(Filing No. 10-2 at CM/ECF pp. 30-32.)

         2. Opinion Evidence

         The ALJ gave “some weight” to the opinions of Sedlak's treating physicians, Dr. Piccione, a neurologist, and Dr. Hoeft. Dr. Piccione's opinions are undisputed and described by the ALJ as follows[6]:

. . . In a letter dated August 1, 2016, Dr. Piccione stated that the claimant's symptoms vary day to day, making it difficult to maintain consistent employment. In a letter dated June 26, 2017, Dr. Piccione stated that the claimant's symptoms had become worse, he was having more diffuse muscle weakness, and he was having worsening ptosis on the right. He stated this made it difficult for the claimant to hold employment. In May 2017, Dr. Piccione opined that the claimant had “significant problems with walking from his car due to the myasthenia so will provide handicap placard.” A handicapped parking pass was approved by Dr. Piccione on May 26, 2017. . . .
Dr. Piccione provided another letter dated January 25, 2018 in which he stated he believed that consistent with the severity of his myasthenia gravis, he would be limited to standing and walking for no more than two hours of an eight-hour day due to his symptoms. He further opined the claimant would be limited to occasional use of his upper extremities for handling, reaching, or fingering. He becomes easily fatigued, which requires him to rest frequently. Due to weakness, he is unable to lift more than 10 pounds on an occasional basis. . . .

(Filing No. 10-2 at CM/ECF pp. 33-34.) The ALJ also described and considered Dr. Hoeft's opinions:

. . . In a letter dated February 27, 2017, Dr. Hoeft stated that the claimant is “unable to effectively work and hold down gainful employment due to chronic medical conditions.” He stated that his history of ankle surgery requires opiate medications, which can affect work performance. Dr. Hoeft stated that given his medical problems, especially myasthenia gravis, he would not be able to hold down any substantial employment, and Dr. Hoeft opined that the claimant is “totally disabled.” . . . [T]he claimant testified that he has not experienced side effects from the opiates, and he was previously able to work while taking them. . . .

(Filing No. 10-2 at CM/ECF p. 34.)

         3. Sedlak's Hearing Testimony

         At his hearing before the ALJ, Sedlak testified that his myasthenia gravis is “the biggest problem affecting” him and his ability to work, and this medical condition causes ptosis of his eyelids (mostly the left and sometimes the right), blurriness, and headaches from trying to force his eyes to stay open; weakness in his arms and legs; reduced strength and ability to carry things; difficulty in manipulating his hands to, for example, open a Ziploc baggie; and difficulty standing and walking such that “if somebody was walking behind me, they would probably think I was drunk.” (Filing No. 10-2 at CM/ECF pp. 75-78, 82, 90.)

         Sedlak testified that he was released from his past job as a delivery driver for an auto-part shop because he could no longer lift heavy parts, his “eyes were just getting so bad, ” his arms are weak, he struggles to “walk a distance, ” and his Department of Transportation medical certification was rescinded because “[w]ith the drooping of the eyelid and stuff, ” Sedlak “couldn't do the driving anymore.” (Filing No. 10-2 at CM/ECF pp. 67-68.) Sedlak also testified that he suffers “pain all day long” due to his 2012 surgery for a broken ankle that required the insertion of a “plate and three screws” and shoulder tendinosis. (Filing No. 10-2 at CM/ECF pp. 79, 81.)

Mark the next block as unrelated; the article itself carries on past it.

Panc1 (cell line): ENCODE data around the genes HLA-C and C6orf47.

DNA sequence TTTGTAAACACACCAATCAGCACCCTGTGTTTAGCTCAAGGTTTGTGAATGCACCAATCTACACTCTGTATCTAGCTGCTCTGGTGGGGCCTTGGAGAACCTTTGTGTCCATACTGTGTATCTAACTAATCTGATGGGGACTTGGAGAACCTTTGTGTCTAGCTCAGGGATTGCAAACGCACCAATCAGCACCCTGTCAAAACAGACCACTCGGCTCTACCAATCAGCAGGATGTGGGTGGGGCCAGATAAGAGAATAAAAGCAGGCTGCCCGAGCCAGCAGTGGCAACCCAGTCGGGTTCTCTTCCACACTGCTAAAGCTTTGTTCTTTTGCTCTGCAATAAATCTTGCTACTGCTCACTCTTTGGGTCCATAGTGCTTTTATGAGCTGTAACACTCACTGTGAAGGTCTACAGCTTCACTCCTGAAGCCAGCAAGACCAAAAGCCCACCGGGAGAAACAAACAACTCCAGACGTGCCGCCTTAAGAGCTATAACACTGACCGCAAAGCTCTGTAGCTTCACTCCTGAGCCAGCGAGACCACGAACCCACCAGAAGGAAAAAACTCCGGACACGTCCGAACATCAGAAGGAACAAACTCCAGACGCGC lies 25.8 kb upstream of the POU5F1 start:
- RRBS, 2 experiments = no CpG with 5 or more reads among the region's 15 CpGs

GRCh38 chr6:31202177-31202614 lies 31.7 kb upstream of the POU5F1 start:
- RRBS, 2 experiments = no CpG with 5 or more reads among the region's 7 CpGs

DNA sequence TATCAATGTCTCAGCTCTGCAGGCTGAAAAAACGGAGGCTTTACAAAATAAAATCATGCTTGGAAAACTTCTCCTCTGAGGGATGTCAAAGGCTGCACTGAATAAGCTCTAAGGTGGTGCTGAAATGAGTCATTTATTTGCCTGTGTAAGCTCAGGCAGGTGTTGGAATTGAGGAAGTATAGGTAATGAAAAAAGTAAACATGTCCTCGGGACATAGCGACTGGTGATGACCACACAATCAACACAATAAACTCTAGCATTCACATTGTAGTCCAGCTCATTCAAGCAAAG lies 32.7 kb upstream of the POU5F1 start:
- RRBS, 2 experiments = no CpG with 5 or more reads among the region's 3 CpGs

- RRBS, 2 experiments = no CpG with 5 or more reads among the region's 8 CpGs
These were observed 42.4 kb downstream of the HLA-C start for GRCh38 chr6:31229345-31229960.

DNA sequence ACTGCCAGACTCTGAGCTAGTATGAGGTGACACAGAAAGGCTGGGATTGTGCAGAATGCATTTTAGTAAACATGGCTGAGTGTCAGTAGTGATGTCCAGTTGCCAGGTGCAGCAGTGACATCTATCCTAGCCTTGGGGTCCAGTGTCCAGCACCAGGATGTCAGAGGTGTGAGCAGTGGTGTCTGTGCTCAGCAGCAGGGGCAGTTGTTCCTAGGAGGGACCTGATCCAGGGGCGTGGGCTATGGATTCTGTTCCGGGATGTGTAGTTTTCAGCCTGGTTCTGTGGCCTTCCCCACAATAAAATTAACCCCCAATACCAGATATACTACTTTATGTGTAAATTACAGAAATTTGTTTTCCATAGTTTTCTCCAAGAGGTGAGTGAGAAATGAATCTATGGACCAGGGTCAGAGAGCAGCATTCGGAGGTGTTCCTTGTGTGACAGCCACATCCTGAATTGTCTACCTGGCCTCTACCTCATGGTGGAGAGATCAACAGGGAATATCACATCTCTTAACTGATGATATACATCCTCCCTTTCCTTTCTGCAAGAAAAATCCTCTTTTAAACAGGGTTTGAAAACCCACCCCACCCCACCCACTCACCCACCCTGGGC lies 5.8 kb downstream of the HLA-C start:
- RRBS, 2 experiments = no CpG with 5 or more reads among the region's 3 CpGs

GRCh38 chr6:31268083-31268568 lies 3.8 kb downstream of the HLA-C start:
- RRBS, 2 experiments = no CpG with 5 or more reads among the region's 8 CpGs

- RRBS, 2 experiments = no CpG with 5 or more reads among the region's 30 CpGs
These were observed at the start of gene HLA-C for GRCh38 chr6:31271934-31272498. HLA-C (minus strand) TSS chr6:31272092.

Sedlak takes hydrocodone for pain in his ankle, left arm, and left shoulder. (Filing No. 10-2 at CM/ECF p. 91.) When the ALJ questioned Sedlak about why he tested negative for opiates in March and June of 2017 when he had been prescribed hydrocodone, he “couldn't explain that one” and he “do[es]n't understand why.” (Filing No. 10-2 at CM/ECF pp. 91-92.)

         Due to muscle weakness from Sedlak's myasthenia gravis and his ankle pain, it is “hard to stand for a good 15, 20 minutes at a time.” (Filing No. 10-2 at CM/ECF pp. 88-89.) After standing for that length of time, Sedlak estimated he needs to sit for 45 minutes or longer before standing again. Sedlak claims he could be on his feet only two hours in an eight-hour day. (Filing No. 10-2 at CM/ECF p. 89.)

         As far as daily activities, Sedlak testified that he lives with his mother and he “sometimes” cooks, keeps his own room clean, vacuums around his bed, gets groceries, and mows with a self-propelled mower with sitting breaks every two rows. (Filing No. 10-2 at CM/ECF pp. 93-94.)

         C. The ALJ's Conclusions

         Following the five-step sequential analysis[7] for determining whether an individual is “disabled” under the Social Security Act, 20 C.F.R. § 404.1520, the ALJ concluded in relevant part (Filing No. 10-2 at CM/ECF pp. 24-36):

         1. Sedlak has not engaged in substantial gainful activity since December 15, 2015, the alleged onset date.

         2. Sedlak has the following severe impairments: median motor neuropathy of the left upper extremity; myasthenia gravis; left shoulder tendonosis; and status post right ankle open reduction internal fixation. Sedlak also has impairments that are less than severe (diabetes mellitus) and non-severe (hypertension, hyperlipidemia, sleep apnea, history of ulcerative colitis, obesity, borderline intellectual functioning).

         3. Sedlak does not have an impairment or combination of impairments that meets or medically equals the severity of one of the listed impairments in 20 C.F.R. Part 404, Subpart P, Appendix 1.

         4. Sedlak has the residual functional capacity to perform sedentary work as defined in 20 C.F.R. § 404.1567(a) and ...